The Crafts in Scotland are likely to have existed as informal bodies in towns and settlements from the early Mediaeval period. By the 13th and 14th centuries, craftsmen across Europe were being oppressed and their rights curtailed by the wealthier merchant burgesses and their guild organisations. The response of the artisans was to band together more formally and create their own craft guilds.
The corporate authority of the Crafts in Scotland was derived from their local Town Council. As it was, all craftsmen who wished to trade within a Scottish Royal Burgh had to be Burgesses or Freemen of that Burgh and this privilege was given by the Burgh Council under the rights that had been granted them by their royal charters of incorporation. It was natural, then, that the craft bodies should look to the Burgh authority to grant them rights of incorporation. In Stirling, as in most other royal burghs, the Town Council accepted the applications submitted by the petitioning craft or trade and granted local charters, known as ‘Seals of Cause’, which regulated the constitution and administration of the newly-formed incorporation. The Incorporated Trades had at their head an elected Deacon or Convener and their accounts were kept by an official known as the Boxmaster.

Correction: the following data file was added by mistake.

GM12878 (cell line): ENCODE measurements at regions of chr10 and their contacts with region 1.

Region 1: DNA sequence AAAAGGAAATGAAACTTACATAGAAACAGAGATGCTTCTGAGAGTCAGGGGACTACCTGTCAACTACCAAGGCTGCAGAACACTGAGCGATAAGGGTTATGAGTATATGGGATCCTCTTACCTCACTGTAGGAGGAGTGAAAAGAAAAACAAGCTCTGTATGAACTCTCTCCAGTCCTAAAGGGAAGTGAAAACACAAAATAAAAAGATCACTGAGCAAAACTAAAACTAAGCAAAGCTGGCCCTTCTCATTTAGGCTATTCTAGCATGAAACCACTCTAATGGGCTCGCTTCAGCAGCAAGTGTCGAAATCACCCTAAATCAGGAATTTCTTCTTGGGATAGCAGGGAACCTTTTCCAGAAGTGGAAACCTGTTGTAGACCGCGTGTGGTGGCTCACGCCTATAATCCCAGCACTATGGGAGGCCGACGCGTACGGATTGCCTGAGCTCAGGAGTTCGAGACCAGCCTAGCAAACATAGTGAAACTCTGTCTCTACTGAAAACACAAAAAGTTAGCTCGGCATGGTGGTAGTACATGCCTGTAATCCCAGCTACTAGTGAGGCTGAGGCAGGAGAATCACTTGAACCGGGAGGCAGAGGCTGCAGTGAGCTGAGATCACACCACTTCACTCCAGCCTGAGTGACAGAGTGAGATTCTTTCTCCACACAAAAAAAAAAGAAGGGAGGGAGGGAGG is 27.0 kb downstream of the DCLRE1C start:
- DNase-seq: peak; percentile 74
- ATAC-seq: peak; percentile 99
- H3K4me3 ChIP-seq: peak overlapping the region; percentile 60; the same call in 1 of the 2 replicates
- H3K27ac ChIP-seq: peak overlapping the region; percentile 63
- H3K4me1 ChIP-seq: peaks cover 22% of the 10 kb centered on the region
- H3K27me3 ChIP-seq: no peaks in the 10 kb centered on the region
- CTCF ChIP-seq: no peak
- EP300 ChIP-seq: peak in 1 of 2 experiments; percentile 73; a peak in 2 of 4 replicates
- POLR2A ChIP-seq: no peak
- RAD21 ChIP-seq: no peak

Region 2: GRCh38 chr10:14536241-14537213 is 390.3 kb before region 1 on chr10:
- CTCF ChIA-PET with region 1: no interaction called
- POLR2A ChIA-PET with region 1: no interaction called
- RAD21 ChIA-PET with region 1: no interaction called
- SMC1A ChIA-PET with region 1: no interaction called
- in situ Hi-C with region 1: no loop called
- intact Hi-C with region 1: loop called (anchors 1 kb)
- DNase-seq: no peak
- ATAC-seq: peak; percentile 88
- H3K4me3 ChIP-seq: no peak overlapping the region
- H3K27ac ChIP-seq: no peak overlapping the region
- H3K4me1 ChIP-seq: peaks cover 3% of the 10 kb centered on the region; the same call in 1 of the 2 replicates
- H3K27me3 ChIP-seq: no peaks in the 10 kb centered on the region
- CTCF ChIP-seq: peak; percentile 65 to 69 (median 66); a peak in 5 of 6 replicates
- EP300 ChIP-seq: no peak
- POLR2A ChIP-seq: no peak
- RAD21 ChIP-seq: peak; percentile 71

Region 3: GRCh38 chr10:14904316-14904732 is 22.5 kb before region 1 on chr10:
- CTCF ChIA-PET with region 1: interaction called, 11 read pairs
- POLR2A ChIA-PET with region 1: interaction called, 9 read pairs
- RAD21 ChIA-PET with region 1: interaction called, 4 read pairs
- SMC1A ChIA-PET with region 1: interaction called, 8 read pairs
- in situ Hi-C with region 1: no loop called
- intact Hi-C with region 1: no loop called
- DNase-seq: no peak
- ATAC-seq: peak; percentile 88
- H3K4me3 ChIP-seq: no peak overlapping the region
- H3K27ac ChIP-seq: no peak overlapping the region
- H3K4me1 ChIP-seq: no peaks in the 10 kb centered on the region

No original Seals of Cause survive for the Seven Incorporated Trades of Stirling, but it is thought that these were granted sometime in the late 14th century, before the surviving records of Stirling Burgh begin. However, there is concrete evidence that such charters were granted in the minutes recorded relating to appeals made by the Incorporations to the Town Council for the confirmation of grants of earlier privileges and the protection of their particular monopolies.
The original Seven Incorporated Trades of Stirling were The Hammermen, Weavers, Tailors, Cordiners (Shoemakers), Fleshers (Butchers), Skinners and Baxters (Bakers). Other associations of local burgesses included those of the Maltman and a group of other trades who gathered together under the title Omnium Gatherum.
The Seven Incorporated Trades acted together when their rights were threatened, and by the late 16th century, this loose association was ratified by the formal creation of the Convener Court where the various Deacons or Conveners sat together to make decisions that affected the rights and welfare of all of the trades in Stirling.
Records of each of the Incorporated Trades and of the Conveners’ Court are held at Stirling Council Archives along with the records of Stirling’s Merchant Guildry.
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